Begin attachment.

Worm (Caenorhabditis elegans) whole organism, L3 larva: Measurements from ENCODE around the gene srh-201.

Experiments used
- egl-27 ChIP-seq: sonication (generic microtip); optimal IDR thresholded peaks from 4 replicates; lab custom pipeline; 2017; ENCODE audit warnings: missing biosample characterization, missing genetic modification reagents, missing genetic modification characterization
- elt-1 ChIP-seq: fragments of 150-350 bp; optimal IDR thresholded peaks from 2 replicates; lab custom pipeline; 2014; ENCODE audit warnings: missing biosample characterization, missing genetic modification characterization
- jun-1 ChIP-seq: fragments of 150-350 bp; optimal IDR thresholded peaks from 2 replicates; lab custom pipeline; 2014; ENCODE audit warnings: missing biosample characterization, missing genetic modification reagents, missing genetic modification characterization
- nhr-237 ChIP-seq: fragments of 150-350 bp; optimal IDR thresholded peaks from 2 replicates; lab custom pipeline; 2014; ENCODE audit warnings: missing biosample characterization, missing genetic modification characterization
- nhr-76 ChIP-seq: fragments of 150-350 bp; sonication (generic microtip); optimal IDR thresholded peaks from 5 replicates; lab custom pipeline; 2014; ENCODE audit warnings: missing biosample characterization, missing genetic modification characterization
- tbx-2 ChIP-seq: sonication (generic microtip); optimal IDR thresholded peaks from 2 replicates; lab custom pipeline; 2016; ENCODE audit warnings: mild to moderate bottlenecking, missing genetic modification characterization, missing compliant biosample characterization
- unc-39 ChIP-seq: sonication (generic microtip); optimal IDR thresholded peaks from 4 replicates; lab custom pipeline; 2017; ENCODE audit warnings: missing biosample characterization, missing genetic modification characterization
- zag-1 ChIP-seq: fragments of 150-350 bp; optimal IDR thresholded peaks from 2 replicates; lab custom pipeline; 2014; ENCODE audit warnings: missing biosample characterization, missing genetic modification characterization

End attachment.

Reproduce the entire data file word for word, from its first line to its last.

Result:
Worm (Caenorhabditis elegans) whole organism, L3 larva: Measurements from ENCODE around the gene srh-201.

Experiments used
- egl-27 ChIP-seq: sonication (generic microtip); optimal IDR thresholded peaks from 4 replicates; lab custom pipeline; 2017; ENCODE audit warnings: missing biosample characterization, missing genetic modification reagents, missing genetic modification characterization
- elt-1 ChIP-seq: fragments of 150-350 bp; optimal IDR thresholded peaks from 2 replicates; lab custom pipeline; 2014; ENCODE audit warnings: missing biosample characterization, missing genetic modification characterization
- jun-1 ChIP-seq: fragments of 150-350 bp; optimal IDR thresholded peaks from 2 replicates; lab custom pipeline; 2014; ENCODE audit warnings: missing biosample characterization, missing genetic modification reagents, missing genetic modification characterization
- nhr-237 ChIP-seq: fragments of 150-350 bp; optimal IDR thresholded peaks from 2 replicates; lab custom pipeline; 2014; ENCODE audit warnings: missing biosample characterization, missing genetic modification characterization
- nhr-76 ChIP-seq: fragments of 150-350 bp; sonication (generic microtip); optimal IDR thresholded peaks from 5 replicates; lab custom pipeline; 2014; ENCODE audit warnings: missing biosample characterization, missing genetic modification characterization
- tbx-2 ChIP-seq: sonication (generic microtip); optimal IDR thresholded peaks from 2 replicates; lab custom pipeline; 2016; ENCODE audit warnings: mild to moderate bottlenecking, missing genetic modification characterization, missing compliant biosample characterization
- unc-39 ChIP-seq: sonication (generic microtip); optimal IDR thresholded peaks from 4 replicates; lab custom pipeline; 2017; ENCODE audit warnings: missing biosample characterization, missing genetic modification characterization
- zag-1 ChIP-seq: fragments of 150-350 bp; optimal IDR thresholded peaks from 2 replicates; lab custom pipeline; 2014; ENCODE audit warnings: missing biosample characterization, missing genetic modification characterization